The story is nominally “embargoed” until Thursday morning, but the Special Inspector General for Afghanistan Reconstruction (SIGAR) is preparing to release letters from the State and Defense Departments detailing a $7.2 million waste on communications towers built in Afghanistan which nobody wanted or used.
The plan initially started in 2010 as an effort to enhance cell phone and TV broadcast reception in southern Afghanistan, and the initial limit set for the cost was $2 million. The plan was delayed when all the bids came in dramatically higher, and in August of 2011, the State Department cancelled the project. It was immediately uncancelled and they were eventually built in 2012 for $7.2 million.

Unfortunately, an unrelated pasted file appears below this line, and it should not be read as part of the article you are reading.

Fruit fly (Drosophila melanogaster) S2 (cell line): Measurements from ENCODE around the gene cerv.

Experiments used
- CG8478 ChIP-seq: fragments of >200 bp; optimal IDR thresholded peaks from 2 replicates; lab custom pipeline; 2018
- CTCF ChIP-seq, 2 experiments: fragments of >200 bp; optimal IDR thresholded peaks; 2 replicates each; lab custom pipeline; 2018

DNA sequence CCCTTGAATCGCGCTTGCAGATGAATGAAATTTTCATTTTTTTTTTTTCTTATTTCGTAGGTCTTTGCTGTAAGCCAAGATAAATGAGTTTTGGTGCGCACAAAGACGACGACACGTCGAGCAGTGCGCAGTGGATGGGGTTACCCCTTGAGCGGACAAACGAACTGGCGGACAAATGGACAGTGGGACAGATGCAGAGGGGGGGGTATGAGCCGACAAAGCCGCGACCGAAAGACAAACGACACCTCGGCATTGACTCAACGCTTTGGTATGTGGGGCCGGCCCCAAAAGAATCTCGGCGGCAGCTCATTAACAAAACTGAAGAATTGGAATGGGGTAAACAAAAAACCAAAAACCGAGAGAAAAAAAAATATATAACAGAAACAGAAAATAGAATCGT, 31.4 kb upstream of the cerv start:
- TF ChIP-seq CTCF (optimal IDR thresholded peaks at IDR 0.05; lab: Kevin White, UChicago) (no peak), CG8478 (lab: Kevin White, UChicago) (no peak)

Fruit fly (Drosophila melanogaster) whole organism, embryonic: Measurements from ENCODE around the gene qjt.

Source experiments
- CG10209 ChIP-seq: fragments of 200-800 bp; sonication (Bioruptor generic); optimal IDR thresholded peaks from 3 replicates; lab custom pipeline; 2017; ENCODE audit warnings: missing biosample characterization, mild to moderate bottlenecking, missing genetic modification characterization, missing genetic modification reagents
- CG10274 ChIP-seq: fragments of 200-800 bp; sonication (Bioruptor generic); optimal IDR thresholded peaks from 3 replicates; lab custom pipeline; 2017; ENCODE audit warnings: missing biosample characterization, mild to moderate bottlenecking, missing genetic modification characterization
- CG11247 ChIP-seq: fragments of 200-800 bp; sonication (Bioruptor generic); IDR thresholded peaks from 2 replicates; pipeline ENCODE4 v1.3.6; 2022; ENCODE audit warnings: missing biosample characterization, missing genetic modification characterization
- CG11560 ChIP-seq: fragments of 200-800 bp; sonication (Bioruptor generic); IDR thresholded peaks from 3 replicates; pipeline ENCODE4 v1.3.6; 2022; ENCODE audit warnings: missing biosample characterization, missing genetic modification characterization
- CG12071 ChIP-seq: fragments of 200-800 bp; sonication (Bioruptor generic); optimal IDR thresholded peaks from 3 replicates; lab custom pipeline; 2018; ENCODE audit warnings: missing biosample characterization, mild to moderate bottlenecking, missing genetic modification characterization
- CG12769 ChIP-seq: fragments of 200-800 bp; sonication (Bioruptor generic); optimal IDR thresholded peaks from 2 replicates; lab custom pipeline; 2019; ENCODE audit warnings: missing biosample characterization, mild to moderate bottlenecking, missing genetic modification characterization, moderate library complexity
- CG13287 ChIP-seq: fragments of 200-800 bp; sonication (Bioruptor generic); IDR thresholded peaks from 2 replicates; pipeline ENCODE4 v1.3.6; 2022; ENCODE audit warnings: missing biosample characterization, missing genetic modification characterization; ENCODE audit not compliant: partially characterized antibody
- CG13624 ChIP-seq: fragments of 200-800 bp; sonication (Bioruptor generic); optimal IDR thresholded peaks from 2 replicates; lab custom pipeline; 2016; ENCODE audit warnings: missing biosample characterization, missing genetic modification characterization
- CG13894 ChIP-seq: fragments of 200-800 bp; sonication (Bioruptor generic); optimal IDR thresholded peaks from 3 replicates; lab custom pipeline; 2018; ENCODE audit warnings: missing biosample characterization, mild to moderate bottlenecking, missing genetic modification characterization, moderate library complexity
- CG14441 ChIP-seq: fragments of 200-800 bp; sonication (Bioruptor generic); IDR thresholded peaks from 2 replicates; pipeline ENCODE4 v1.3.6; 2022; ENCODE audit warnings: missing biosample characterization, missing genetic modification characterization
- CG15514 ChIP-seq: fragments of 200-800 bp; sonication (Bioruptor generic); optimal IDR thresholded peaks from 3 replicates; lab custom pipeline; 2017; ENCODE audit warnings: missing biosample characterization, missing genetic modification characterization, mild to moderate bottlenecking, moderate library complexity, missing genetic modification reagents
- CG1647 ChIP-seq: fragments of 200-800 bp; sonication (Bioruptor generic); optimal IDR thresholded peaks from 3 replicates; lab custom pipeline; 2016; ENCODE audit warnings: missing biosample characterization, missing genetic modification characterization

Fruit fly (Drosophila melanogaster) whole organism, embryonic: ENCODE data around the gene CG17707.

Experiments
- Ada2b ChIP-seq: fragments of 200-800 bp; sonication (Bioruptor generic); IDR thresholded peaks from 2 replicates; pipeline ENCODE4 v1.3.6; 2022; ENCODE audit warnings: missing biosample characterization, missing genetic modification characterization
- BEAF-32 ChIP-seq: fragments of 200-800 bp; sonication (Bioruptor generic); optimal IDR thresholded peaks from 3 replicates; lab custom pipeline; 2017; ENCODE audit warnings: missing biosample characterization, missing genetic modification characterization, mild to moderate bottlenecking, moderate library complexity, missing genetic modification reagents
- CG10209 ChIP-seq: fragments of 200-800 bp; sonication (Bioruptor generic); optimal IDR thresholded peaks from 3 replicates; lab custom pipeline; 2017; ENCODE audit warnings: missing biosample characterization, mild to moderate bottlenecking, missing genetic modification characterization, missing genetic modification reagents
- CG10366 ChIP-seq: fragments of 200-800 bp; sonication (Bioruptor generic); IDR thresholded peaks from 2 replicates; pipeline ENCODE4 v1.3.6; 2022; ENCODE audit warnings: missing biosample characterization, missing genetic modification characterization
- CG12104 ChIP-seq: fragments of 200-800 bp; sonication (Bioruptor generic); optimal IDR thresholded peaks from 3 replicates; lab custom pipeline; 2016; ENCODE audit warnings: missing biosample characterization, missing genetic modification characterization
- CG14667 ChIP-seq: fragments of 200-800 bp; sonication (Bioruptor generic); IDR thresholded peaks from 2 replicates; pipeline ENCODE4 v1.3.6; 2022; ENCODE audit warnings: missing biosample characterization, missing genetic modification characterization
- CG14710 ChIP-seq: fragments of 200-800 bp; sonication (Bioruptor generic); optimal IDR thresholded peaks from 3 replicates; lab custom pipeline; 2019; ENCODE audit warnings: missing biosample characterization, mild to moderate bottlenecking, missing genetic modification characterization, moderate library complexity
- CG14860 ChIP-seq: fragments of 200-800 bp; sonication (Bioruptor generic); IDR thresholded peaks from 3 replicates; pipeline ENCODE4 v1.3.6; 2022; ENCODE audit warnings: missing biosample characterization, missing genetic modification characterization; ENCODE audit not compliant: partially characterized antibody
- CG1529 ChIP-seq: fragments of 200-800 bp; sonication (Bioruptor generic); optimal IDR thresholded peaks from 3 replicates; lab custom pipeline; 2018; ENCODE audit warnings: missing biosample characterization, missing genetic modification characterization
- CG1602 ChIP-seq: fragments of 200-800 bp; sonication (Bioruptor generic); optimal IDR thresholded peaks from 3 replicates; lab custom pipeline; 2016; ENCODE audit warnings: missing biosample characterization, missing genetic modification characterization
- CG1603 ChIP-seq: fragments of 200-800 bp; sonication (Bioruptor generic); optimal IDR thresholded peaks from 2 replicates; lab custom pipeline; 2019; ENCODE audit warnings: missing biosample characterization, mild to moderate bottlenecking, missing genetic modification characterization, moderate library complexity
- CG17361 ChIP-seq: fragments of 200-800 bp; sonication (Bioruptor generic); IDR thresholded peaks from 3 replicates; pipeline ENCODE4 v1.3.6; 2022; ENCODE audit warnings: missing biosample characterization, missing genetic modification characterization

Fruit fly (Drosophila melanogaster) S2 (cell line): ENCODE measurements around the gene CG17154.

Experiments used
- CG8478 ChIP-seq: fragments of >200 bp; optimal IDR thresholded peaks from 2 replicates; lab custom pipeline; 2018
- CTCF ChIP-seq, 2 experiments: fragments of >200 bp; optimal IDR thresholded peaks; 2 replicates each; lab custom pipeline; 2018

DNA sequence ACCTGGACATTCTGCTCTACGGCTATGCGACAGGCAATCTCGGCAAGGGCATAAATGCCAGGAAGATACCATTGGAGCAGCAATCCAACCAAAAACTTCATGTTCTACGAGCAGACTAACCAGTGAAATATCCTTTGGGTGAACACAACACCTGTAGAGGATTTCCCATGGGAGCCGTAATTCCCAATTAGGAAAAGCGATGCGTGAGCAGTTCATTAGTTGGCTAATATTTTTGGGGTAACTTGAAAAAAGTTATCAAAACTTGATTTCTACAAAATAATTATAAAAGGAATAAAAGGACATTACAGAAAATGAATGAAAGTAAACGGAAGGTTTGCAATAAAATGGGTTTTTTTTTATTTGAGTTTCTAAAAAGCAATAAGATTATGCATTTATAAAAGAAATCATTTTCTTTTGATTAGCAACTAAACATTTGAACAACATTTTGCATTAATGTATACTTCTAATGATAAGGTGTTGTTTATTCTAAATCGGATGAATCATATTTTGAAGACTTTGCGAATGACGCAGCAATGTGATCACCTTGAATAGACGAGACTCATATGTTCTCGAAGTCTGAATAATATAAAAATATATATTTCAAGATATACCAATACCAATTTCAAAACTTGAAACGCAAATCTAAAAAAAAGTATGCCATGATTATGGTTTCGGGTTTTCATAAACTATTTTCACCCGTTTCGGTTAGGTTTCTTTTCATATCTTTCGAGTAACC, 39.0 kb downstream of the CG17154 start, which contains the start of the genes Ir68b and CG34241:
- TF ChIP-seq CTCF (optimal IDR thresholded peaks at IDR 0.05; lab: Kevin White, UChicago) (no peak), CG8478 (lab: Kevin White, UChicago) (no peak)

By then, however, Afghan companies had already built a bunch of smaller, but perfectly servicable, towers and had no need for the US ones, which the State Department quickly dumped on the Pentagon as “surplus” equipment. The Pentagon didn’t really want them either, and complained about the costs of fuel to power the generators if the towers were ever used.
Not that they were. The six towers, four in Helmand, one in Kandahar, and one in Ghazni have effectively just sat there ever since, and the only time any of them “did” anything was in May, when a US helicopter careened into one and crashed, killing a NATO soldier and wounding three US soldiers.